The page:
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Andy Shauf Is Happily Stuck in the Past

Andy Shauf Is Happily Stuck in the PastEXPAND
Colin Medley

Canadian singer-songwriter Andy Shauf doesn’t have a lot to say about his indie-rock contemporaries, but if you want him to get wordy, turn the conversation to the folk and smooth rock sounds of the ‘60s and ‘70s.

“I’m pretty stuck in the ‘70s, and I haven’t been spending a lot of time listening to new music,” Shauf says. “I love singers like Paul Simon, Randy Newman, and Joni Mitchell. I think, in my mind, I’ve decided that’s the peak era of music. I am obsessed with it, and it definitely pushes its way into my writing and my recording processes.”

The influence of those songwriters he loves is present on Neon Skyline, Shauf’s latest full-length record — his sixth. Shauf has that same ability that has given Simon and Newman much of their staying power — he’s a strong storyteller, and his sincerity permeates through a range of emotions, from downright sad to acerbic or funny.

Like his previous release from 2016, The Party, this new one is a concept record, but it didn’t start that way.

“I wanted to make like a folk record, like, a classic guitar-and-vocal kind of album. It didn’t end up that way, but that was my initial musical goal,” he says. “It kind of morphed as I went along and was recording and arranging the songs. I've been writing a lot of like story-based songs for a long time, trying to get away from writing introspective, personal things. So, this new record, it's, it's my second attempt at a concept record. It focuses on these friends who go to a bar, their regular bar, and what happens that night."

The title track kicks off the record and immediately throws you into a soft rock time warp.

Before the vocals begin, the music conjures up the spirit of classic songs, from Paul McCartney’s “Silly Love Songs,” to Squeeze’s “Pulling Mussels (From the Shell).”

It has a lilt that immediately envelopes you, and when the words join the party, you can’t help but settle in for the long haul to see where things end up: "I called up Charlie about a quarter past nine and said ‘What’s going on tonight?’ / He said, ‘No plans, but I wouldn’t mind holding a lighter head tonight.’ / I said ‘Come to the Skyline, I’ll be washing my sins away.’/ Oh, he just laughed, said ‘I’ll be late, you know how I can be.’”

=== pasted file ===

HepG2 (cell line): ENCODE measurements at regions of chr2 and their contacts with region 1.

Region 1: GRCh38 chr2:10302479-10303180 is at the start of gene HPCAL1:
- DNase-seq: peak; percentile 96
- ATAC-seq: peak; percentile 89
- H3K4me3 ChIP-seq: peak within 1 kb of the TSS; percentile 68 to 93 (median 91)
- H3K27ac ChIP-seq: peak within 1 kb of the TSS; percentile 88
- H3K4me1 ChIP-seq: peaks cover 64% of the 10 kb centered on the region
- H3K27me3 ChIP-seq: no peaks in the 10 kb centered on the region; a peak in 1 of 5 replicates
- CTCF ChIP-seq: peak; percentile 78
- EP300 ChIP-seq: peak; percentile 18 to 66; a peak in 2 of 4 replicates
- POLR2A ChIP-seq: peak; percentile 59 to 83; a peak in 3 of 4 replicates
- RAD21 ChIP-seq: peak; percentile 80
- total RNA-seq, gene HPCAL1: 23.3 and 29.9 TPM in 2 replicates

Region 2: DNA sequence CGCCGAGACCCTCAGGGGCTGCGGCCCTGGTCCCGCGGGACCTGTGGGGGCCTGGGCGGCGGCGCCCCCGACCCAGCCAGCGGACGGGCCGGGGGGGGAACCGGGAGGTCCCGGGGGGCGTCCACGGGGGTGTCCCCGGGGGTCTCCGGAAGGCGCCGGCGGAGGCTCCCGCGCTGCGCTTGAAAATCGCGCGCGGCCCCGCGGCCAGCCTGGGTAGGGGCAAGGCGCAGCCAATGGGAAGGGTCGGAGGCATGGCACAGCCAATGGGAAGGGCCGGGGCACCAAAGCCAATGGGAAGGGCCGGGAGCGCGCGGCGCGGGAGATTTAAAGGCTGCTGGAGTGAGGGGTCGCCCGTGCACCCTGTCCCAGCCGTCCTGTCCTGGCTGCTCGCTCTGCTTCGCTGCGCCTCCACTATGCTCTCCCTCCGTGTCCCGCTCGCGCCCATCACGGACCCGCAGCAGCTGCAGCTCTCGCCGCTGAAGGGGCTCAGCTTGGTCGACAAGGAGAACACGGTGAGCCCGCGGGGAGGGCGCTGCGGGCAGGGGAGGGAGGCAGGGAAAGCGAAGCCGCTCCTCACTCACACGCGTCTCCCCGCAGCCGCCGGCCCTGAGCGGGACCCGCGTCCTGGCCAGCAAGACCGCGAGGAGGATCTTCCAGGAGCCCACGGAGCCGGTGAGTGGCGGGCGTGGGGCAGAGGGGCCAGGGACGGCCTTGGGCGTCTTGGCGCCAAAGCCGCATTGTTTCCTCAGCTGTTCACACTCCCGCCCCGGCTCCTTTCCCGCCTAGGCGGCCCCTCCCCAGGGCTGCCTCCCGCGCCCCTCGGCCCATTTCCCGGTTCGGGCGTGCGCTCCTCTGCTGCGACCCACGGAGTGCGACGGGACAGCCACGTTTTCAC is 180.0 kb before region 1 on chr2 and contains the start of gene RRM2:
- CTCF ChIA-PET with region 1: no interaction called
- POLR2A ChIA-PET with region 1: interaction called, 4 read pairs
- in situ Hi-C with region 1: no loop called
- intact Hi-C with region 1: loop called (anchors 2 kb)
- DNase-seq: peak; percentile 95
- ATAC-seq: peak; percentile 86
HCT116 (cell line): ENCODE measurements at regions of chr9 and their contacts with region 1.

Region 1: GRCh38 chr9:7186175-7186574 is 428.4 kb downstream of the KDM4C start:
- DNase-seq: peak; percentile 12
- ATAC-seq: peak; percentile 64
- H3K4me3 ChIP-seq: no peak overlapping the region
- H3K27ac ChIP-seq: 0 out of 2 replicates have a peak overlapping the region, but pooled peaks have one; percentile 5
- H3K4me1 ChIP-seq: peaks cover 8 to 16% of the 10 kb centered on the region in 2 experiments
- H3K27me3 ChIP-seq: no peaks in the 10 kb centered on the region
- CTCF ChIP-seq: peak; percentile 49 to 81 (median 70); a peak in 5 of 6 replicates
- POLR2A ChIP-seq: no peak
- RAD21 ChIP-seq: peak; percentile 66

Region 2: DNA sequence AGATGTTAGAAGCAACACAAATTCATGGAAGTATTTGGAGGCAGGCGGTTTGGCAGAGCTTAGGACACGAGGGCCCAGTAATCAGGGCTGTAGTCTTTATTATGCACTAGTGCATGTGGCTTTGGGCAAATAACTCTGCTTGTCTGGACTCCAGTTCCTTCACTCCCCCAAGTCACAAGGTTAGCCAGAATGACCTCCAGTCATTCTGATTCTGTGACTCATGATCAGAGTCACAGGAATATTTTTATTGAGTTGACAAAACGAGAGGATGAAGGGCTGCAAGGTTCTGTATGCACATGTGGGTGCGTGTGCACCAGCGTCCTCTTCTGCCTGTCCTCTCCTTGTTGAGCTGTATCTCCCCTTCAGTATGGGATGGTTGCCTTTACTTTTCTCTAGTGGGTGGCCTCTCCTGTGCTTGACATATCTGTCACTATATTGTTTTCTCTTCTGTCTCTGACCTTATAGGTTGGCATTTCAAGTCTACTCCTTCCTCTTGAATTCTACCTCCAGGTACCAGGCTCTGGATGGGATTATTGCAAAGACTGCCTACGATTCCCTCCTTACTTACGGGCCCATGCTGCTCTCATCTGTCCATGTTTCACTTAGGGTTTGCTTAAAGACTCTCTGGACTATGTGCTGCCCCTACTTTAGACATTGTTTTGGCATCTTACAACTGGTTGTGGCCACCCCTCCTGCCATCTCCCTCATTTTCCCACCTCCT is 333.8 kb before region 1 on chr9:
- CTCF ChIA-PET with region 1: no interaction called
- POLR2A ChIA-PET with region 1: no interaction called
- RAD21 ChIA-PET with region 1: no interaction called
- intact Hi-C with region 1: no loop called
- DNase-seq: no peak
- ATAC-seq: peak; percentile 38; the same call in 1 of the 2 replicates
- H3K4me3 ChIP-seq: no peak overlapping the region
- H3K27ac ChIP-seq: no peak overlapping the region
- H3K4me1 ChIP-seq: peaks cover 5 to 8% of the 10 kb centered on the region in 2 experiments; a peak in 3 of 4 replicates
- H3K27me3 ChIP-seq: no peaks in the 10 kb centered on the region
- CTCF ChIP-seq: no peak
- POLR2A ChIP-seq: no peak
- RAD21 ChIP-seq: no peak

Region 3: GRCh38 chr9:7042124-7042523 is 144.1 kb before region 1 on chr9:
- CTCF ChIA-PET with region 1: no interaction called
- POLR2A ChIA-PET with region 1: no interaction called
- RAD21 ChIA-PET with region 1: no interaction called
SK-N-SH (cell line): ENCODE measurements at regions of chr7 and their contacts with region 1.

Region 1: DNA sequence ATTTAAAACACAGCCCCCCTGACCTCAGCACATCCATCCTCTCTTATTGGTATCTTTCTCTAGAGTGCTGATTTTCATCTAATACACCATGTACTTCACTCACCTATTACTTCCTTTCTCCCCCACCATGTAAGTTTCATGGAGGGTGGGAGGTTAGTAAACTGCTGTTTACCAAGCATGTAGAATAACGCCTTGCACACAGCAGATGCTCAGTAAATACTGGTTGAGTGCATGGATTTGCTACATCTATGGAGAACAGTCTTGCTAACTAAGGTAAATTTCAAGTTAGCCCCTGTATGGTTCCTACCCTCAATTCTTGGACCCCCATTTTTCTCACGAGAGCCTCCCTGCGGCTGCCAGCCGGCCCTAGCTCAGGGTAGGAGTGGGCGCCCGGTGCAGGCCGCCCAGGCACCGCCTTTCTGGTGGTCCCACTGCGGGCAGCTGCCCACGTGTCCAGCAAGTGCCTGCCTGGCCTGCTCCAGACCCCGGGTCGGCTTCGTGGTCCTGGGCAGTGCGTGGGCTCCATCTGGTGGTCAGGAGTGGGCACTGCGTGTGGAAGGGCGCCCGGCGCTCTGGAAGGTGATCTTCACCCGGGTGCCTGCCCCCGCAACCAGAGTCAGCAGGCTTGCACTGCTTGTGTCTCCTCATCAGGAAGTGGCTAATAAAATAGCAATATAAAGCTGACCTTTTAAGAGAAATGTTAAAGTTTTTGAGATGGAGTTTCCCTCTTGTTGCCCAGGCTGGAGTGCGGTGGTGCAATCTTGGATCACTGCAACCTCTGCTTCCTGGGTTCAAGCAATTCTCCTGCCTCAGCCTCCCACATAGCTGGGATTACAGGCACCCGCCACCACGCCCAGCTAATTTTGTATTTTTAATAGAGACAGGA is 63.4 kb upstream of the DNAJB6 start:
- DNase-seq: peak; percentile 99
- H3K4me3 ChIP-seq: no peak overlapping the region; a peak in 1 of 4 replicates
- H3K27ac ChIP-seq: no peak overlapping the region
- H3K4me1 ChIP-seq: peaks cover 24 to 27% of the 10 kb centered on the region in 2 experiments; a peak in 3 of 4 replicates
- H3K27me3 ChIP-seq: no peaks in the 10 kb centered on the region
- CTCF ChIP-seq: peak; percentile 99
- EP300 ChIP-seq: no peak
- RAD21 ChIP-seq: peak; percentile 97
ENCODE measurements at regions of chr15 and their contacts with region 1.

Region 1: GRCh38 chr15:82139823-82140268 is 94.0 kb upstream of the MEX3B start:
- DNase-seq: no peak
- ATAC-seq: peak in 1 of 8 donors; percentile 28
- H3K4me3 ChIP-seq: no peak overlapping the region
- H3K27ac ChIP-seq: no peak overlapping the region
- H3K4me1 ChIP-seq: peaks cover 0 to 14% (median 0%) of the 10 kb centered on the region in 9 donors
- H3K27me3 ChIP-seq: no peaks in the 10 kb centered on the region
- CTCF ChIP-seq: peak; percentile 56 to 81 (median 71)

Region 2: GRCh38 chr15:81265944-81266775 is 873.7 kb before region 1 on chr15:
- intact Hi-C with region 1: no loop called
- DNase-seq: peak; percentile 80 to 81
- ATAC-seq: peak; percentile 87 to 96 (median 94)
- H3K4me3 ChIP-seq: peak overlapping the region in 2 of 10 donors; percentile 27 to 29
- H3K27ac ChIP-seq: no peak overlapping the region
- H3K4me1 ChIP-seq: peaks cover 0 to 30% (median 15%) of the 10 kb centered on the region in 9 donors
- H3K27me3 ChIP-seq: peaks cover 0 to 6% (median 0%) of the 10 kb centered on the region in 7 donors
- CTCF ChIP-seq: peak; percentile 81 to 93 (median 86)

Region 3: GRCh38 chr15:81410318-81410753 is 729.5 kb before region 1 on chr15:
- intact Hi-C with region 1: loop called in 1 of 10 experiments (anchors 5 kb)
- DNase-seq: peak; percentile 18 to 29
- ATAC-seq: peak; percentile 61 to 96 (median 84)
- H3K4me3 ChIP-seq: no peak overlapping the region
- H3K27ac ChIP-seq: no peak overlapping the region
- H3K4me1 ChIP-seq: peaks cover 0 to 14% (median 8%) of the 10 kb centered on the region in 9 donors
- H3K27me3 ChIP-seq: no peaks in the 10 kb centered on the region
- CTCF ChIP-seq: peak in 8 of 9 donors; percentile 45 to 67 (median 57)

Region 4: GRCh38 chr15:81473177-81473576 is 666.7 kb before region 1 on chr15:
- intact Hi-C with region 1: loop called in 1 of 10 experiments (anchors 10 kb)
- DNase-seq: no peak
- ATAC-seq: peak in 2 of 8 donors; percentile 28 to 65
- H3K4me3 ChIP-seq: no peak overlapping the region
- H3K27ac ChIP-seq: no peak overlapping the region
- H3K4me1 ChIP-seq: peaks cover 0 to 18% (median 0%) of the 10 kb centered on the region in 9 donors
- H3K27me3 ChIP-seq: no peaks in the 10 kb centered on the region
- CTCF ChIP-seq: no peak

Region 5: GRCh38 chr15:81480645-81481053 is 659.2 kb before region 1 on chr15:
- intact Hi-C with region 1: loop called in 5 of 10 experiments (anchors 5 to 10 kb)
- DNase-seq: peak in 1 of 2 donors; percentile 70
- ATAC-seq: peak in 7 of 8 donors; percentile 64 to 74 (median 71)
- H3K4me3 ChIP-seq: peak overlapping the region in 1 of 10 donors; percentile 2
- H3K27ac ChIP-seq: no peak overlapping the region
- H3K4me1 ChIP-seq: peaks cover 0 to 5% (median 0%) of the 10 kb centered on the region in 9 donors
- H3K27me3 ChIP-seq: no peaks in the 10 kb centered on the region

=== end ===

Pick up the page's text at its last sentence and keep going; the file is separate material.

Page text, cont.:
Shauf’s songs don’t use musical extremes to get our attention. They don't need to. He maintains a comfortable air even when weaving in subtleties, like lush woodwind sounds or allowing a drumbeat to eclipse the winding guitar riffs.

If you’re wondering how much of the songs on Neon Skyline come from Shauf’s own life, he says it’s a small percentage. He’s more interested in creating compelling stories, rather than being overly focused on being personally revealing.

“My life isn't that exciting, he says. "I tour for most of the year, and there are definitely personal things in this record that aren't far off from my real life. I’d rather give character names and be able to embellish the truth a little more, so it’s not, you know, outright lying about myself.”

“With this record, I was trying to incorporate humor a little more," he adds. "I don’t know, indie songwriters and songwriters, in general, these days are kind of — and I'm guilty of it too —so focused on heavy emotions. I hope people can see the humor in these songs and even in the moments that are darker and heavier.”

Shauf tours with a full band, but outside of that, don’t look for him to do any significant collaborations in the future. He’s pleased with how things are now.

“I work a lot alone, and that's kind of my process. I find it hard to work with other people. There’s a lot of compromises that have to happen, and I’m not a big fan of that.”

He might try some new things, though. “I'm a huge ABBA fan, so I've been trying to find the time to work on something disco-pop-inspired that may never see the light of day."

Andy Shauf is scheduled to perform on Tuesday, February 18, at Crescent Ballroom. Tickets are available via Eventbrite.

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